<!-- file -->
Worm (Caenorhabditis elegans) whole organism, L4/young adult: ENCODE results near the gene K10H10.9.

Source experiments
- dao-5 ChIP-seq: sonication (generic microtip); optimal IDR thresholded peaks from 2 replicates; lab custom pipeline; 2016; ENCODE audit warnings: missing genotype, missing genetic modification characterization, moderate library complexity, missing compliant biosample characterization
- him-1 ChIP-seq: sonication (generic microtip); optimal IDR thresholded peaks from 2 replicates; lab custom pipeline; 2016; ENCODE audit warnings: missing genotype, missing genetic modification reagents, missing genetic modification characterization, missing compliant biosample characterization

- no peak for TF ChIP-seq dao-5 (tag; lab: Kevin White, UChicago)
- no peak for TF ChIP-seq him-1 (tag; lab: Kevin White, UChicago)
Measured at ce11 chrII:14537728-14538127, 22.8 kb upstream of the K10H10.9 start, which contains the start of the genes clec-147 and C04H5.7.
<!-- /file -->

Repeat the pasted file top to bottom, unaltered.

Worm (Caenorhabditis elegans) whole organism, L4/young adult: ENCODE results near the gene K10H10.9.

Source experiments
- dao-5 ChIP-seq: sonication (generic microtip); optimal IDR thresholded peaks from 2 replicates; lab custom pipeline; 2016; ENCODE audit warnings: missing genotype, missing genetic modification characterization, moderate library complexity, missing compliant biosample characterization
- him-1 ChIP-seq: sonication (generic microtip); optimal IDR thresholded peaks from 2 replicates; lab custom pipeline; 2016; ENCODE audit warnings: missing genotype, missing genetic modification reagents, missing genetic modification characterization, missing compliant biosample characterization

- no peak for TF ChIP-seq dao-5 (tag; lab: Kevin White, UChicago)
- no peak for TF ChIP-seq him-1 (tag; lab: Kevin White, UChicago)
Measured at ce11 chrII:14537728-14538127, 22.8 kb upstream of the K10H10.9 start, which contains the start of the genes clec-147 and C04H5.7.